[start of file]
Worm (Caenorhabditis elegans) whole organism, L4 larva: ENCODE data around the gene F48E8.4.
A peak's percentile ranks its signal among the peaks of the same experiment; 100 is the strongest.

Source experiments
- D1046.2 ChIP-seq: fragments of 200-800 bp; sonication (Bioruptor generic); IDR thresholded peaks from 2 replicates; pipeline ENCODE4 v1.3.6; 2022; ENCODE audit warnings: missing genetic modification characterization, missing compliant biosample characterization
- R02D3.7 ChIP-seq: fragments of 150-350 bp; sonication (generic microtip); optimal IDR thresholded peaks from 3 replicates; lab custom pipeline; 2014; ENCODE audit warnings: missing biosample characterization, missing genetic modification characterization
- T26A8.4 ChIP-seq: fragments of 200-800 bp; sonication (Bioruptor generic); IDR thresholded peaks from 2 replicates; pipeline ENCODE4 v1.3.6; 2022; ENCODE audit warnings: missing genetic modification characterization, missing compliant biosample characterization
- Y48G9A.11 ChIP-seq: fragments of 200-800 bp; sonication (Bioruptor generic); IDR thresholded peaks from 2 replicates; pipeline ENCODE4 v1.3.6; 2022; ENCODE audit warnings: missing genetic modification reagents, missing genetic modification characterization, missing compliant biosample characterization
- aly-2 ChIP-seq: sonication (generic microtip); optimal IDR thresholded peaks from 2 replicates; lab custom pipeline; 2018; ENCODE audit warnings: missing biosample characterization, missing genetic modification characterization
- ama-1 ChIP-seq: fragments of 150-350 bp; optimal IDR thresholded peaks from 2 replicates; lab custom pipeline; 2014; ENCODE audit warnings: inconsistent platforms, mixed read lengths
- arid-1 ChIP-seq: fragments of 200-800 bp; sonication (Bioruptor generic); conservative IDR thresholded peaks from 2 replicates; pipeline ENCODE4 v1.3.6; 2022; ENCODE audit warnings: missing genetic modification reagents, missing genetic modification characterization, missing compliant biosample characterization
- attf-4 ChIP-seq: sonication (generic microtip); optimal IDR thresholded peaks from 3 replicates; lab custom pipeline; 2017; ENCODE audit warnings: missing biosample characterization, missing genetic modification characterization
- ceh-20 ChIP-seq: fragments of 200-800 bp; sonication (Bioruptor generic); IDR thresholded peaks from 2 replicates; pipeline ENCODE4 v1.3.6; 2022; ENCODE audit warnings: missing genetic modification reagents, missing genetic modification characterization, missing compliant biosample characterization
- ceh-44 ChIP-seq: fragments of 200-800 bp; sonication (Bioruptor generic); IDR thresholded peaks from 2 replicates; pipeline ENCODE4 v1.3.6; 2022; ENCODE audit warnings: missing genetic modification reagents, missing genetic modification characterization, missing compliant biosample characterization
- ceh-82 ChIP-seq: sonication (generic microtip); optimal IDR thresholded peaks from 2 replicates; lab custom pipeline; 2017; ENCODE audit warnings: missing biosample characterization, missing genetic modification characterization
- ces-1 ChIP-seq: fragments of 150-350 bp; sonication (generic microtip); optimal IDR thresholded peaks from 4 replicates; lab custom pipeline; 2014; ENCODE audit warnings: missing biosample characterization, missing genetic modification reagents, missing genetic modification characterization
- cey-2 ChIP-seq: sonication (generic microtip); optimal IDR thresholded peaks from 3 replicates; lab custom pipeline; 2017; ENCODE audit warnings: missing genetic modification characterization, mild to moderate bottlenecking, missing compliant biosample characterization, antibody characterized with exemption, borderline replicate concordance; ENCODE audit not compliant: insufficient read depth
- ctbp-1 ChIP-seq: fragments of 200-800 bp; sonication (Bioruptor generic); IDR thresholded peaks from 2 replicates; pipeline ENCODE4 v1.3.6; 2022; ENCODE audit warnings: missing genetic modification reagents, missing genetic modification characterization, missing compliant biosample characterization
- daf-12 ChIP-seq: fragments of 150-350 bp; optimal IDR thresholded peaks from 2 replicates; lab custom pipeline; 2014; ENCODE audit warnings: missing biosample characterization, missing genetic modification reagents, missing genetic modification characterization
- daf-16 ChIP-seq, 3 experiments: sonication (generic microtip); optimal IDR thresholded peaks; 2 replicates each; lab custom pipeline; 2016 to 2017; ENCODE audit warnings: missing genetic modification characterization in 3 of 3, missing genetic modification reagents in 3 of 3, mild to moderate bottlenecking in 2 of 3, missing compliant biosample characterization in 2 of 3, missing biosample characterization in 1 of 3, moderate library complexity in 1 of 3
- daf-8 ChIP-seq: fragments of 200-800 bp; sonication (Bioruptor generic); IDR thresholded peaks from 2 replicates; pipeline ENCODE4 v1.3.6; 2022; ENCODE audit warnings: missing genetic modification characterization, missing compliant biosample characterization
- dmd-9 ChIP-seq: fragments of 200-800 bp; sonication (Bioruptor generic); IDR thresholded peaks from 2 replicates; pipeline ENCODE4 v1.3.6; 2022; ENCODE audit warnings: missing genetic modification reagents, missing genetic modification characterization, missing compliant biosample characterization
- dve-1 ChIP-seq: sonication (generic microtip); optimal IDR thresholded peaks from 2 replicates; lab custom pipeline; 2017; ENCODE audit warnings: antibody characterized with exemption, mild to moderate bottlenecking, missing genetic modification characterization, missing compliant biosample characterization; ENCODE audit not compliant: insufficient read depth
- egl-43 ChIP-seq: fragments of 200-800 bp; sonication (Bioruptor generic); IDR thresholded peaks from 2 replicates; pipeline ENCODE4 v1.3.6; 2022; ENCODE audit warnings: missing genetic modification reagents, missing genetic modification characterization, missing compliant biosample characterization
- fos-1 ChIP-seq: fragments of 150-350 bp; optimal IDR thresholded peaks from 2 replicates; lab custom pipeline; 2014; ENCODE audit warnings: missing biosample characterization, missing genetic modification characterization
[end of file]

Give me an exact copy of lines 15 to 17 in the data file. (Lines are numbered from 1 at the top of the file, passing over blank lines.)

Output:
- ces-1 ChIP-seq: fragments of 150-350 bp; sonication (generic microtip); optimal IDR thresholded peaks from 4 replicates; lab custom pipeline; 2014; ENCODE audit warnings: missing biosample characterization, missing genetic modification reagents, missing genetic modification characterization
- cey-2 ChIP-seq: sonication (generic microtip); optimal IDR thresholded peaks from 3 replicates; lab custom pipeline; 2017; ENCODE audit warnings: missing genetic modification characterization, mild to moderate bottlenecking, missing compliant biosample characterization, antibody characterized with exemption, borderline replicate concordance; ENCODE audit not compliant: insufficient read depth
- ctbp-1 ChIP-seq: fragments of 200-800 bp; sonication (Bioruptor generic); IDR thresholded peaks from 2 replicates; pipeline ENCODE4 v1.3.6; 2022; ENCODE audit warnings: missing genetic modification reagents, missing genetic modification characterization, missing compliant biosample characterization